photo by Kajetan Sumila on Unsplash

Stories & Inspiration

Overcome Fear – An Exercise

by | Mar 10, 2023

Fear in horse riding is real, and it can take away from the joy and connection we want to experience with our horses.

One of the concepts I find very useful in helping my clients to understand and overcome their fear, is the approach of two Australian neuroscientists: Dr. David Butler and Professor Lorimer Moseley*. Their work revolves around explaining pain. Interestingly enough, from a brain-perspective pain and fear are very connected.

They talk about “DIMs” and “SIMs” (“Dangers In Me” and “Safeties In Me”). Here is how this works in a nutshell:

Things that you perceive as dangerous are DIMs, things you perceive as safe are SIMs. This works like an internal balance sheet: Do I have more and stronger DIMs or more and stronger SIMs?

Self Talk:

DIM: “I came off in this corner last time when my horse spooked. I am sure I will come off again.”

SIM: “I came off in this corner last time when my horse spooked. I have worked on my balance since, and feel much more secure now.”

Things You Are Doing:

DIM: “I don’t bounce anymore. If I come off, I will really hurt myself.”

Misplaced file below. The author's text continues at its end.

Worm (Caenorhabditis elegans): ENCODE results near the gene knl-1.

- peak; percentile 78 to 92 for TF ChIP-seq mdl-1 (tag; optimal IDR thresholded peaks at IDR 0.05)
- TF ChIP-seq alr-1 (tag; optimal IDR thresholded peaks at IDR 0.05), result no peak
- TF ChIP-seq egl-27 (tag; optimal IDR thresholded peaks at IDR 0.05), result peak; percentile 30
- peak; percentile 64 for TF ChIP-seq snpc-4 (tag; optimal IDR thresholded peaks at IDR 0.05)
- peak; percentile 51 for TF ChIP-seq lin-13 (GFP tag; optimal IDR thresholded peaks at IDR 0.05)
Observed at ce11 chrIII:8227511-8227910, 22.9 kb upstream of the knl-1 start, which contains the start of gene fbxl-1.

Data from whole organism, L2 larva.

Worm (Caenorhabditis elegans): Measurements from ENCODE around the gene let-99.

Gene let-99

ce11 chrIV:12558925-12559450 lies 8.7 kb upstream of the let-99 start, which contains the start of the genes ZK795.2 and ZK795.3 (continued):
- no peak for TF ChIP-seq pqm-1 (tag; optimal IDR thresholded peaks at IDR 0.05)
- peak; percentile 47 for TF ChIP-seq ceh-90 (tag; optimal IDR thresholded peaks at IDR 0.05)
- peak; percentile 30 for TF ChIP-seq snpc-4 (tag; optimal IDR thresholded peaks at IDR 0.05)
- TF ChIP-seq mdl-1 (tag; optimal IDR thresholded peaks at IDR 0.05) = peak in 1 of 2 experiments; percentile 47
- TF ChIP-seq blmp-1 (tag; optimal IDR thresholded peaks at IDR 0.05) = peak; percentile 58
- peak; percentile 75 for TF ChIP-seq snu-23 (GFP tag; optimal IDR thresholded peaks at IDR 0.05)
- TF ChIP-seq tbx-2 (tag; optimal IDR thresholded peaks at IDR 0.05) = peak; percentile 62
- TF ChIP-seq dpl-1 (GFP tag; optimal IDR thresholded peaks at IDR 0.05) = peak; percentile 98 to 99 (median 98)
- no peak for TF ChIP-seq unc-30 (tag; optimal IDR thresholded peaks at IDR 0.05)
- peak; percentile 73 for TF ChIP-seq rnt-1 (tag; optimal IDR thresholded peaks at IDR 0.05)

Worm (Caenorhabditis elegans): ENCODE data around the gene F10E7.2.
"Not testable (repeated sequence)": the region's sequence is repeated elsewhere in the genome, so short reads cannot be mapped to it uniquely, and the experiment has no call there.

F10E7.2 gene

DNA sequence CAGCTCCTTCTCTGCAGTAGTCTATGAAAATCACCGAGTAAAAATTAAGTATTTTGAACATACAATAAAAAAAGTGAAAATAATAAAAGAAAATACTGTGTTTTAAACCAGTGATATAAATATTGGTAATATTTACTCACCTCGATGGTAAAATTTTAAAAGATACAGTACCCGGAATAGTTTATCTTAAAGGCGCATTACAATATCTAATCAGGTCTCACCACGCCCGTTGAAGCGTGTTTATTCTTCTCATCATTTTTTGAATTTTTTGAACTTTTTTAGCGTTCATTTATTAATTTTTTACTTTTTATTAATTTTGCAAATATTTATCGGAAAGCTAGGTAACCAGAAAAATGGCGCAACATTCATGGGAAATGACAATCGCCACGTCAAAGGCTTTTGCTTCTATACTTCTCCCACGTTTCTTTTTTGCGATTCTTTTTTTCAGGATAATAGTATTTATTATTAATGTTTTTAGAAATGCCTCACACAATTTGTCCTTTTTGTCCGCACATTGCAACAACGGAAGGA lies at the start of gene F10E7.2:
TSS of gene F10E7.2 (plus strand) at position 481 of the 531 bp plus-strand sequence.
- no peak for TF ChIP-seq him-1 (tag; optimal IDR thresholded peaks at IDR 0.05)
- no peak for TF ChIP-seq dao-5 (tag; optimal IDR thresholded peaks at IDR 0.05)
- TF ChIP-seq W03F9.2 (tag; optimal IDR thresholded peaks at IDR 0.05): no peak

SIM: “I am wearing a safety vest, so that my body is protected in case I come off.”

The DIMs and SIMs don’t have to be related to your riding, they come from all areas of your life and create a certain way your brain sees the world. When you build your SIMs in all areas of your life, it will have an effect on your riding too.

An example of how one of my clients changed a DIM into a SIM:

She hadn’t talked to a friend in some time and was afraid the friend was mad at her. Her friend means a lot to her and has been an important part of her social support system. Not having her in her life created a feeling of loss and made her feel less safe. After reconnecting with her friend, her relief was huge, and it made her world feel better and safer.

Your Turn:

Take a moment now, grab a piece of paper, draw a line in the middle and write down your DIMs (Dangers In Me) on the left, the SIMs (Safeties In Me) on the right.

For example:

1. Things you do:

DIM: not exercising enough, overdoing exercise;

SIM: walking on the beach, talking with a friend

2. Things you think and believe

DIM: e.g. self talk that makes you feel less confident, “I am not good, smart, strong enough…”

3. Things happening in your body

e.g. in riding:

DIM: lack of balance, holding breath, pain;

SIM: ability to focus, good body awareness, working on balance

4. People in your life, and your relationship with them

After identifying your DIMs and SIMs, think about strategies for how to build more SIMs in your life, or even change a DIM into a SIM like in the example of my client and her friend.

Let me know how it goes!